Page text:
Mental stimulation through play has beneficial effect on children with stunted growth
EMBARGO: 00:01H (London time) Wednesday October 19, 2005. In North America the embargo lifts at 6:30pm ET Tuesday October 18, 2005.
Mental stimulation through play could improve IQ scores and reading in children with stunted growth, suggests a study published online today (Wednesday October 19, 2005) by The Lancet.
In developing countries poor nutrition in early life causes growth retardation in one third of all children younger than 5 years. Children with stunted growth early in life often have poor school achievement and cognition later in life.
Previously, Susan Walker (The University of the West Indies, Jamaica) and colleagues looked at nutritional supplementation and psychosocial stimulation in a group of 129 stunted Jamaican children aged 9-24 months (Lancet 1991; 338: 1-5). The stimulation consisted of a visit by a trained community health worker for 1 hour, once a week, for a 2-year period. Mothers were encouraged and taught to play with their children on a daily basis in way to promote development. The food supplement comprised of 1kg of milk-based formula per week. The investigators found that both interventions improved the development of the children.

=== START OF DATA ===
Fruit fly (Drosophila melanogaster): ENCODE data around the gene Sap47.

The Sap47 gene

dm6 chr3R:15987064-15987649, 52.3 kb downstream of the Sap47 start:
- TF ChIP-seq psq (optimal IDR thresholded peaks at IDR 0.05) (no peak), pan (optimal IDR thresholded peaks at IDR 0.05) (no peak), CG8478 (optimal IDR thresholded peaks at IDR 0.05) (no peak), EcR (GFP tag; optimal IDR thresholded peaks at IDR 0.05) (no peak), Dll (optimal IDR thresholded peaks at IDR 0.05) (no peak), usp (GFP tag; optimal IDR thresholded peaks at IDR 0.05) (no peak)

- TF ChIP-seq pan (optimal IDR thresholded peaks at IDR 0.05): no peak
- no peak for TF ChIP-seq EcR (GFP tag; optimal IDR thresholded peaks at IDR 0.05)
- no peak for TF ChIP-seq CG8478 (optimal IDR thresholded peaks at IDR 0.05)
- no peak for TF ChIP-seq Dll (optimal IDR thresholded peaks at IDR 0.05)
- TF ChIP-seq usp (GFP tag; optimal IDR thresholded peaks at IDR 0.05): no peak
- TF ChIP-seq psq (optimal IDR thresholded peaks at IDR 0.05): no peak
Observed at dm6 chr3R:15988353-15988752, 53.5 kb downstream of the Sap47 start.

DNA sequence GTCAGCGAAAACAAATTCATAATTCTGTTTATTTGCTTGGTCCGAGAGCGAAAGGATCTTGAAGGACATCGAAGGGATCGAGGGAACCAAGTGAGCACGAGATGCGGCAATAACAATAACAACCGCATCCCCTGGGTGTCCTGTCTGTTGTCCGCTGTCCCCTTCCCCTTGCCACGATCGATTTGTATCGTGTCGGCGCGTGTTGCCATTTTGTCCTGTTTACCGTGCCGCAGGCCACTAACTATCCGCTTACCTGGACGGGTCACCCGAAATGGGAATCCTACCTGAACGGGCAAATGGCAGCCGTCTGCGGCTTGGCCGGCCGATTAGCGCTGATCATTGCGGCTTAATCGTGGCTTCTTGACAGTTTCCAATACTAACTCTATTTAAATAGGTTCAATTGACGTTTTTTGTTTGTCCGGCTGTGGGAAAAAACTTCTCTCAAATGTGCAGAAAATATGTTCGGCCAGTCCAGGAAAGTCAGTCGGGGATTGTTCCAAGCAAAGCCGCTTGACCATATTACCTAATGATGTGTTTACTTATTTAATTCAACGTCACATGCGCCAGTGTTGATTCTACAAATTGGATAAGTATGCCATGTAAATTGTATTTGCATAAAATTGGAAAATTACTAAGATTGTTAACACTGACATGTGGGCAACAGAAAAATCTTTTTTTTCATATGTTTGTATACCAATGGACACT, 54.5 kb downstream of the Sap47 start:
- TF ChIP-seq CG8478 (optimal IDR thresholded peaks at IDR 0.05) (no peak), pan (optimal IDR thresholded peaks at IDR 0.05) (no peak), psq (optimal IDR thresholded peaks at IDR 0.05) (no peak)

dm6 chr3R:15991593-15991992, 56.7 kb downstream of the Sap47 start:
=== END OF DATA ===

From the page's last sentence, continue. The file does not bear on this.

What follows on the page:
In the latest study the researchers followed-up the group to see if the benefits were sustained when the children reached 17-18 years. They found that psychosocial stimulation of children with stunted growth led to beneficial effects on their results in cognitive and educational tests. However, children given a food supplement and no stimulation did not have an improved development at 17-18 years.
Dr Walker states: "Important benefits can be achieved for children who are already undernourished through early childhood stimulation."
In an accompanying comment Inga Thorsdottir (Landspitali-University Hospital, Reykjavik, Iceland) states: "The food supplement in the study by Walker and co-workers was insufficient to give sustained benefits and it should not be forgotten that the underlying reason for stunting is lack of nutrition."
Source: Eurekalert & othersLast reviewed: By John M. Grohol, Psy.D. on 21 Feb 2009
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